Lao-Tzu and Taoism

 

lao tzu

Although revered as founder of Taoism, very little is known about Lao-Tzu as a person.

It is widely believed that he was author of Tao Te Ching (道德经), and lived in the 4th century BC, during the Warring States Period -- an era of vibrant cultural and intellectual development in ancient China.

Originally named as Li Er (李耳) and Dan (聃), it is said that he worked as keeper of an imperial archive, which allowed him access to the classics of the time.

Folklore has it that Laozi was conceived when his mother gazed upon a falling star. But the gestation period was so long that he was born not a baby, but a 62 year-old -- with beard and long earlobes. Lao Tzu's wisdom attracted followers, but he did not set his thoughts down in writing, until he was on his way to retreat from the turbulent state. At the western border gate of the kingdom, the warden recognized him and persuaded him to write for posterity. The result was the 81 verses of in Tao-Te Ching, the foremost text of Taoist belief.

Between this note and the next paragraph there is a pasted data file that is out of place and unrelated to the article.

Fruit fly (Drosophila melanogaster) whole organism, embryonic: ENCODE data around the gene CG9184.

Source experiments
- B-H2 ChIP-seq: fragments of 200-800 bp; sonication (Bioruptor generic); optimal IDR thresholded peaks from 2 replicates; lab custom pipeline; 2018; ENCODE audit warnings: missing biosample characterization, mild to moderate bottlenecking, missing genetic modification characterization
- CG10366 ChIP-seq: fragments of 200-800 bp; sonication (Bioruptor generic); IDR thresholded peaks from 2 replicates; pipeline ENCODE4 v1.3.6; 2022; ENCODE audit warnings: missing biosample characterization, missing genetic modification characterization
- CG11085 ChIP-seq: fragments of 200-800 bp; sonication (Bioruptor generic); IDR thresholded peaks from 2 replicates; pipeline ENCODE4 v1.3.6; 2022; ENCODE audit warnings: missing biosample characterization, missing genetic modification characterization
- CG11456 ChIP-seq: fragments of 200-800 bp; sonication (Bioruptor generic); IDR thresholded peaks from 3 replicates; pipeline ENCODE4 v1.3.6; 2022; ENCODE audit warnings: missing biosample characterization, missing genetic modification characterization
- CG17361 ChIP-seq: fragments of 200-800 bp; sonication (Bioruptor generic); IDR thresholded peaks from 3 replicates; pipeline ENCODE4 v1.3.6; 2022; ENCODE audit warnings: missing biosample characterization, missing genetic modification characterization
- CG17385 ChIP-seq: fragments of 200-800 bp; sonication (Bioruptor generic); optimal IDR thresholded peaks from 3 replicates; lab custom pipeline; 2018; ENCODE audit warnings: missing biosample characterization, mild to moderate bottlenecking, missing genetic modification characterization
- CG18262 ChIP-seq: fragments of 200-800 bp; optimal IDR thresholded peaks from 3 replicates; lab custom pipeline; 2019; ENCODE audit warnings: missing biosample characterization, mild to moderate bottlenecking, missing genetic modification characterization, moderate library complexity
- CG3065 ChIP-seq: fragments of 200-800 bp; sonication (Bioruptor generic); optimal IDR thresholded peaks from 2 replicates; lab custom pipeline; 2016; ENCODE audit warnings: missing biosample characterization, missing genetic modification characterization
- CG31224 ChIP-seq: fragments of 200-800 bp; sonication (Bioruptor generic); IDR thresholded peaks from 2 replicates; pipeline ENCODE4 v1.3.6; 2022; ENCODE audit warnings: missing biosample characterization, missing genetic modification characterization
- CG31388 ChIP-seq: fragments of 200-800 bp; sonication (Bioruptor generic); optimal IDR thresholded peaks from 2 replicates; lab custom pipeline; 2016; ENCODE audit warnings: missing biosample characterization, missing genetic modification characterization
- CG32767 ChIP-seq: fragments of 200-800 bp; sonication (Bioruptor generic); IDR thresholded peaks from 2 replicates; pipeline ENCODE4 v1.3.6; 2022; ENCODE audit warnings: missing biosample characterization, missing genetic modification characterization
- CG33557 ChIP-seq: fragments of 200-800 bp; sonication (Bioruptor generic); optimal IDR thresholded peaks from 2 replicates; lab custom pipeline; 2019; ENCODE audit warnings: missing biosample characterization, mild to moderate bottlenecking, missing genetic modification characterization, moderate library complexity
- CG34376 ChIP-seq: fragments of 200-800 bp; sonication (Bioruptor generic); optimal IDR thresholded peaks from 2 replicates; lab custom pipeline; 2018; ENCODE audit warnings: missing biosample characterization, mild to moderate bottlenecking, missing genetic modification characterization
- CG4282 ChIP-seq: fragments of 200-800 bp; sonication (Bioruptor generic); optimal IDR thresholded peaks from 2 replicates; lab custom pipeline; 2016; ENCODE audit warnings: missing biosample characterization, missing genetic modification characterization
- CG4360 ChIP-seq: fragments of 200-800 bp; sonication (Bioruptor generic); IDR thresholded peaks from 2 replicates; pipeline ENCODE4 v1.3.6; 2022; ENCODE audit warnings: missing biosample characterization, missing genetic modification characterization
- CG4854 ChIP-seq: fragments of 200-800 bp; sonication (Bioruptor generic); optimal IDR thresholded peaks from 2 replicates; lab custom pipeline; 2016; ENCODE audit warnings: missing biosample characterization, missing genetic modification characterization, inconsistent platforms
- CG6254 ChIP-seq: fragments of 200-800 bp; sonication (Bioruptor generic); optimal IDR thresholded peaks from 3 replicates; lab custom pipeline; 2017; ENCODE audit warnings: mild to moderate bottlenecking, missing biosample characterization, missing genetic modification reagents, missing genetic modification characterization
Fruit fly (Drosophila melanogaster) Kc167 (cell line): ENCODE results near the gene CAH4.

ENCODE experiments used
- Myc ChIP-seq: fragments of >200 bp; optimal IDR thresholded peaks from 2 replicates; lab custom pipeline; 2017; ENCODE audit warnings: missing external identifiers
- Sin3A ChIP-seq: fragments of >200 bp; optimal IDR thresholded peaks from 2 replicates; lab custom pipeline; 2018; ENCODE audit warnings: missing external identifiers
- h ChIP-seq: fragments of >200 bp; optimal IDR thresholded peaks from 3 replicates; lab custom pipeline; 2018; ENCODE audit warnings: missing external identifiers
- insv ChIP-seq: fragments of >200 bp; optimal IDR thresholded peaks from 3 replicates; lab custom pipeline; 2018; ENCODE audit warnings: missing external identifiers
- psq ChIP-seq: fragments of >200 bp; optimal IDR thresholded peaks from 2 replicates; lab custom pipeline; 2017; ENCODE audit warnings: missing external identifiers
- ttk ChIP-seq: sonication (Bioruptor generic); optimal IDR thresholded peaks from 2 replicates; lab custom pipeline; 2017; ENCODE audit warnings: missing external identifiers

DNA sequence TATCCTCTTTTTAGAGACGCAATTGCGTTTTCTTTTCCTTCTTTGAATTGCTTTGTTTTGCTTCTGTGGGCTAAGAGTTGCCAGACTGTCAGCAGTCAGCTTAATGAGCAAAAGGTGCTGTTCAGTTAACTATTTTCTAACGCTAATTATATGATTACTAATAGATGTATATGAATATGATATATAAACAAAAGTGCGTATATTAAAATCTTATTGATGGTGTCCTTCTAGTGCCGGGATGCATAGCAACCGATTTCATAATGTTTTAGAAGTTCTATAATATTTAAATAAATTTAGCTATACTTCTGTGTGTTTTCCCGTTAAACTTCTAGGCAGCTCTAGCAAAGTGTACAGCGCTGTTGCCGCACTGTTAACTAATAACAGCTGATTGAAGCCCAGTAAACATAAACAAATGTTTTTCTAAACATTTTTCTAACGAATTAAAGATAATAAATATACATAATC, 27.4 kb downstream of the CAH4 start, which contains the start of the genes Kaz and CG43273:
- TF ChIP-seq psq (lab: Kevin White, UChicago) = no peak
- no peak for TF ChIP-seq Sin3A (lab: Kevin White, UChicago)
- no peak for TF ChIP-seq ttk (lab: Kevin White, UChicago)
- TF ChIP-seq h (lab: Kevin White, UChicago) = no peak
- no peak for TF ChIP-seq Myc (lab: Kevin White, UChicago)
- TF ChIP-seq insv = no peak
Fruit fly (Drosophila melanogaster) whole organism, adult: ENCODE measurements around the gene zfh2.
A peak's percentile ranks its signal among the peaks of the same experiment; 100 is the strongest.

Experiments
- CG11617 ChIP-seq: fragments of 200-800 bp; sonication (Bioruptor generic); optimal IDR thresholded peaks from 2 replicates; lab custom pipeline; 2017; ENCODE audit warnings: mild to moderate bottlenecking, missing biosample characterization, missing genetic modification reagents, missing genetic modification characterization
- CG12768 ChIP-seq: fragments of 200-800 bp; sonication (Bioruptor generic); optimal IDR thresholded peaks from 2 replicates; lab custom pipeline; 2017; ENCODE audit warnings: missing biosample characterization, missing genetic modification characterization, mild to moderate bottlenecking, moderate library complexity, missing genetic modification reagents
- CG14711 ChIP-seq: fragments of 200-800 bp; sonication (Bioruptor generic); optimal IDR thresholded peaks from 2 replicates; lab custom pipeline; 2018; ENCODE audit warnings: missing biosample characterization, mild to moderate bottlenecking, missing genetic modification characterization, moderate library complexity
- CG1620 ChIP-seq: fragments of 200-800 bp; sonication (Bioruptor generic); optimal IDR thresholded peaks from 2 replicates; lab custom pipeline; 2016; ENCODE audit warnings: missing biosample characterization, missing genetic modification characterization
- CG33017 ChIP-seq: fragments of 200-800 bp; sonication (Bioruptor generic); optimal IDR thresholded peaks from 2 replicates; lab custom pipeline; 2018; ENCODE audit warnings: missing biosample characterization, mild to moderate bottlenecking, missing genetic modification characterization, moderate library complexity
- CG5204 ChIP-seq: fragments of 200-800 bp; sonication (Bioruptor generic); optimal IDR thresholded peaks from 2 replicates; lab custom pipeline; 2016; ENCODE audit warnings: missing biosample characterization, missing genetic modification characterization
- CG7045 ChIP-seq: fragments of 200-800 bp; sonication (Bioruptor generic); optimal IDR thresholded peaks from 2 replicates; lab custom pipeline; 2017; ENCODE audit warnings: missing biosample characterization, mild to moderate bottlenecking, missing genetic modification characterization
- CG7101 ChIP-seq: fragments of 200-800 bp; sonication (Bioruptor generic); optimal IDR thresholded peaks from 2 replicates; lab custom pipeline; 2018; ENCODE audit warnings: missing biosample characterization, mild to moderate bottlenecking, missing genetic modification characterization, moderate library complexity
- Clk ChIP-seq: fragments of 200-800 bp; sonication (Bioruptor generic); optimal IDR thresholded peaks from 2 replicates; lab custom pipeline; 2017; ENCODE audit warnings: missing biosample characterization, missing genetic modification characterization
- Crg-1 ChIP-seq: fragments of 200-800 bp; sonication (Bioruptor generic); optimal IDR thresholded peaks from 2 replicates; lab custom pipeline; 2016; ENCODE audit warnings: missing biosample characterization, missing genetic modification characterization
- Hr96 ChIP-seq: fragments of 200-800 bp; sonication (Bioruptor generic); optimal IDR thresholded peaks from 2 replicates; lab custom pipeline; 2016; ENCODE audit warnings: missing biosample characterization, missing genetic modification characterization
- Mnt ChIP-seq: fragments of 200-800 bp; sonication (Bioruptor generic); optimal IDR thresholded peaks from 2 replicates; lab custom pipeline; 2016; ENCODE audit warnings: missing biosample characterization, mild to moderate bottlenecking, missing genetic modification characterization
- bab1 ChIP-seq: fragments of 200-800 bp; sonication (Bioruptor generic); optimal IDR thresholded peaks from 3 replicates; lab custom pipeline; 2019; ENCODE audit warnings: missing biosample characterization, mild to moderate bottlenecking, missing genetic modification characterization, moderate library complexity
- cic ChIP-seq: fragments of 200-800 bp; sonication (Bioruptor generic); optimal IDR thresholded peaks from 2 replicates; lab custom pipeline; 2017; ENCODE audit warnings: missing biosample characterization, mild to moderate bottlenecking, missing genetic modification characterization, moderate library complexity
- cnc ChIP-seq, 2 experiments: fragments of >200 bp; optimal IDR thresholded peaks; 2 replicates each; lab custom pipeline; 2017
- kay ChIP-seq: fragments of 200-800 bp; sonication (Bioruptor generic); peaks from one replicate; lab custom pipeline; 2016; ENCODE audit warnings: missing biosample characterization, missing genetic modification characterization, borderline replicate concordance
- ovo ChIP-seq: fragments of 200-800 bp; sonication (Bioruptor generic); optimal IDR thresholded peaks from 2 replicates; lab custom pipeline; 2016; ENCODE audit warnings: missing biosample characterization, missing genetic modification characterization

It is believed that Lao zi was older than Confucius. When the two gentlemen met, Confucius was awed by Laozi. He described to his disciples later by saying, "In him I saw the dragon riding on the clouds".

Language note: If you are familiar with Chinese phonetics, Lao Tzu is pronounced as lao (second tone) zi (third tone). This is why the author is more widely known as Laozi in China instead.


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